5 insightful op-eds or articles to help make sense of today’s world
(Bloomberg View - 12 December 2016)
The columnist / economist explains that what is primarily driving stocks is a “hope trifecta” that relates to liquidity, growth and inflation. The markets’ optimism can only be sustained by the successful implementation of difficult policy measures. If not, the markets will suffer the fate of the unfortunate Black Knight in "Monty Python and the Holy Grail" (reads in 5-7 min).
(The New Yorker - 19 December 2016)
This article addresses a question taken up by a number of recent books: How long will it be before you lose your job to a computer? The common answer is: not long. The “threat of a jobless future” is almost as old as technology, but economic history suggests that, as one occupation vanishes, another comes into being, but normally not without a good deal of suffering. This is a must-read to make sense of what’s coming, filled with quotes and references (reads in 9-13 min).
(Project Syndicate - 14 December 2016)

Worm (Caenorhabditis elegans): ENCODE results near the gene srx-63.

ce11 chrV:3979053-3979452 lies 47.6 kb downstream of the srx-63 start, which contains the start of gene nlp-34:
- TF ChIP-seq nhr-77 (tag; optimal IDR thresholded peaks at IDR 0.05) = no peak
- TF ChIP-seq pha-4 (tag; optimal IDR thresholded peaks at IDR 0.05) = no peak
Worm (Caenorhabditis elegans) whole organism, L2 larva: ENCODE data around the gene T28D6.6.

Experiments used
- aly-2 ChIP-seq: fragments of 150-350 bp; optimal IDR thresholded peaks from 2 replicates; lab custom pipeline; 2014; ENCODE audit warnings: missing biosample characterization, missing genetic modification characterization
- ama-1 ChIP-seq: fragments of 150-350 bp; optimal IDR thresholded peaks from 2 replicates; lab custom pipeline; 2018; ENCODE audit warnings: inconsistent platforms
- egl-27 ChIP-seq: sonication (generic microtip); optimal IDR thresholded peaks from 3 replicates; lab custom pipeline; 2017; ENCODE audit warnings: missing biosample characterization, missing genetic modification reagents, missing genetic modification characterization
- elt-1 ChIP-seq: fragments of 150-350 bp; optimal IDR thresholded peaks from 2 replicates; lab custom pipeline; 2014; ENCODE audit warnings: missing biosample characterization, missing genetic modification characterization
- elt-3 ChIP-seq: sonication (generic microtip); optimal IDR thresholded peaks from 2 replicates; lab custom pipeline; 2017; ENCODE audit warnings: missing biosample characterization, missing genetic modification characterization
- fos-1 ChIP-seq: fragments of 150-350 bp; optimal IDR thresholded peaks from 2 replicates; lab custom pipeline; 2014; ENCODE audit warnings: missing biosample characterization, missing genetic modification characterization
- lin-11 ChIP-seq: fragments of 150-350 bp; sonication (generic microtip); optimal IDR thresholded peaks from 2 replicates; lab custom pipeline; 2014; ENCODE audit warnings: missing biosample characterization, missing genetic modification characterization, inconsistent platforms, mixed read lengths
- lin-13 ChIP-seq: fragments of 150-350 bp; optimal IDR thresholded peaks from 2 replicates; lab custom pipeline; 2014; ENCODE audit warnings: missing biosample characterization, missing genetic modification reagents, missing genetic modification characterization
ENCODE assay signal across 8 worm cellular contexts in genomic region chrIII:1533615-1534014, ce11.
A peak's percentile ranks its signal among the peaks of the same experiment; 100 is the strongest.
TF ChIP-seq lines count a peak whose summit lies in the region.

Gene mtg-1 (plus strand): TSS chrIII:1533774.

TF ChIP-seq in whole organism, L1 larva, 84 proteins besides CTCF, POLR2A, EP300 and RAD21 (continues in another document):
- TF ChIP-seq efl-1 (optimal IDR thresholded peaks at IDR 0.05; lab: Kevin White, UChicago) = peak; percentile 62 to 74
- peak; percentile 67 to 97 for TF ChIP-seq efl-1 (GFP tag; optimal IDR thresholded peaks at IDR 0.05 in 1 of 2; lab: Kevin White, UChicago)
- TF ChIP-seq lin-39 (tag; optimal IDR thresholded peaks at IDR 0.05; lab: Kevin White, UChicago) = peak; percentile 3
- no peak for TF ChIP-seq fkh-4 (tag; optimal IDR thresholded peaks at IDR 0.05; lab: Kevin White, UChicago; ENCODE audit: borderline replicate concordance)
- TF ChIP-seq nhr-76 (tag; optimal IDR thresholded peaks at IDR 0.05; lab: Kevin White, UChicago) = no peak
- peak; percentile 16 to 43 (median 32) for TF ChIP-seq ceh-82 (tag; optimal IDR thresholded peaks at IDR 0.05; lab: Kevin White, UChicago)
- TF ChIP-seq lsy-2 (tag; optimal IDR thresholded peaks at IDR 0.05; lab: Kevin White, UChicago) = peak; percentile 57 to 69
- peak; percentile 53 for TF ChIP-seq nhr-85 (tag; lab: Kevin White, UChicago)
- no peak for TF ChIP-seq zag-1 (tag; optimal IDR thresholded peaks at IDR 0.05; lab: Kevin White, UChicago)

On the 40th anniversary of the publication of John Kenneth Galbraith’s “The Age of Uncertainty”, the Berkeley professor observes that viewed from a 2017 perspective the uncertainty of 1977 seems almost enviable! In this short article that reads in less than 5 min he explains why and what is different.
(Foreign Affairs (metered paywall) - 31 January 2017)
This article is adapted from “A World in Disarray: American Foreign Policy and the Crisis of the Old Order”, a book from the president of the Council of Foreign Relations to be published early next year. In it Haass argues that the globe’s traditional operating system, built around the protection and prerogatives of states, is increasingly inadequate in today’s globalized world. He makes the case for “sovereign obligation”, calling for an updated operating system (World Order 2.0) that includes not only the rights of sovereign states but also those states’ obligations to others (reads in 10-15 min).
(VOXeu - 12 December 2016)
More and more, the economics of happiness is attracting the interest of policy-makers. This article discusses evidence indicating that the things that matter most are people’s social relationships and their mental and physical health; and that the best predictor of an adult’s life satisfaction is their emotional health as a child. The five authors call for a new focus for public policy: not ‘wealth creation’ but ‘wellbeing creation’ (reads in 7-10 min).